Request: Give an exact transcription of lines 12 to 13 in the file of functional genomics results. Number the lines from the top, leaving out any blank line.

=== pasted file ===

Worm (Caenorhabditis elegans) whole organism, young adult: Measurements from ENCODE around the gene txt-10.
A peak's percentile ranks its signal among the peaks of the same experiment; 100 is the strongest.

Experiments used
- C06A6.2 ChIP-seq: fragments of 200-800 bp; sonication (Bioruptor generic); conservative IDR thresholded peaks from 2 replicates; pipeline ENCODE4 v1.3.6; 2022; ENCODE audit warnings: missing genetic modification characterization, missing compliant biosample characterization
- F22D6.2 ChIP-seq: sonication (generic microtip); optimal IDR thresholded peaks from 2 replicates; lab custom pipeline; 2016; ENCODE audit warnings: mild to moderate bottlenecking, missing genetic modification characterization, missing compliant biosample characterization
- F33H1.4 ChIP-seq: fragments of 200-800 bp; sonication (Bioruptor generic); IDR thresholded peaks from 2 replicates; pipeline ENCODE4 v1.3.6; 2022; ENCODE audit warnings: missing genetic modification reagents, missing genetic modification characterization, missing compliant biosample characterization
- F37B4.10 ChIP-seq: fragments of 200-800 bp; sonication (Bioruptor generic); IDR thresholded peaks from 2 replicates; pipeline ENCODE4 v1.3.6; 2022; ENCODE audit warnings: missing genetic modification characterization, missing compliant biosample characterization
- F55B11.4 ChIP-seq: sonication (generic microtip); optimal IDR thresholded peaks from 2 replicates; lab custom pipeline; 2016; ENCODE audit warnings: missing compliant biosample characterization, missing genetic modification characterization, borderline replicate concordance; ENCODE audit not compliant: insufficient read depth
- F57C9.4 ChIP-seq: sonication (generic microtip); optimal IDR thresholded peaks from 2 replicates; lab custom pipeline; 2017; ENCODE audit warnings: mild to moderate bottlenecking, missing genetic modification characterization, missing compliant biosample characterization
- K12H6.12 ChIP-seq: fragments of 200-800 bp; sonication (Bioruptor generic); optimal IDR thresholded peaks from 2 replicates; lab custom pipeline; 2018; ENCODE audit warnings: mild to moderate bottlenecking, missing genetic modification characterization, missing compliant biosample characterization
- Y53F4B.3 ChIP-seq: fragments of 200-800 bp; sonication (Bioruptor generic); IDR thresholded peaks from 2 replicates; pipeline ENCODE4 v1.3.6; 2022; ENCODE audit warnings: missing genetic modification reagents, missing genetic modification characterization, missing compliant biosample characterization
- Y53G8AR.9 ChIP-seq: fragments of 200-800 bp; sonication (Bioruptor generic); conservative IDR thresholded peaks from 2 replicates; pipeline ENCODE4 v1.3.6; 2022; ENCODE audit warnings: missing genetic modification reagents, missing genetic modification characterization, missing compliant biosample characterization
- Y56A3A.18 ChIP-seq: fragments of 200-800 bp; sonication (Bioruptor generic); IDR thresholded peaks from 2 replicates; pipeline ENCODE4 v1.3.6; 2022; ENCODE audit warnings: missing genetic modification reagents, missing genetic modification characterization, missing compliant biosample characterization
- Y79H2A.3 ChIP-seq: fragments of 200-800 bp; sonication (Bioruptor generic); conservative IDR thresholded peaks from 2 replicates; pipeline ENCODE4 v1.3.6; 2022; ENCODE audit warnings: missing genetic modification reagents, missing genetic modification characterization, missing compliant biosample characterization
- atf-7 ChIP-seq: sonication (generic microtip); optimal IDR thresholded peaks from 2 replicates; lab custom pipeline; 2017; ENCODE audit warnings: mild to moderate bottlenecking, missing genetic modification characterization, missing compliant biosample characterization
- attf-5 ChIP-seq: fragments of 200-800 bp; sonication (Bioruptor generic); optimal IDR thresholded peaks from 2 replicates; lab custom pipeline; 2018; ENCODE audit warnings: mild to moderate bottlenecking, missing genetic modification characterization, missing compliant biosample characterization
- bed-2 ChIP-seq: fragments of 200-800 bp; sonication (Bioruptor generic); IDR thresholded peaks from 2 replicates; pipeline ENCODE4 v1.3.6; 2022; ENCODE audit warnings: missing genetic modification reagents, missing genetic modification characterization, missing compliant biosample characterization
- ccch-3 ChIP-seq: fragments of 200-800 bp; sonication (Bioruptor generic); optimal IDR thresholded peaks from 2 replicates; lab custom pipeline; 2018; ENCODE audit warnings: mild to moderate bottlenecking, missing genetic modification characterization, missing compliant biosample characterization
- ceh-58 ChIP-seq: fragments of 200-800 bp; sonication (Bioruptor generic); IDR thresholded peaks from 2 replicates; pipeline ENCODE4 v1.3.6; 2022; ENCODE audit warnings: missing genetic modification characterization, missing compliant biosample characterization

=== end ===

- Y53G8AR.9 ChIP-seq: fragments of 200-800 bp; sonication (Bioruptor generic); conservative IDR thresholded peaks from 2 replicates; pipeline ENCODE4 v1.3.6; 2022; ENCODE audit warnings: missing genetic modification reagents, missing genetic modification characterization, missing compliant biosample characterization
- Y56A3A.18 ChIP-seq: fragments of 200-800 bp; sonication (Bioruptor generic); IDR thresholded peaks from 2 replicates; pipeline ENCODE4 v1.3.6; 2022; ENCODE audit warnings: missing genetic modification reagents, missing genetic modification characterization, missing compliant biosample characterization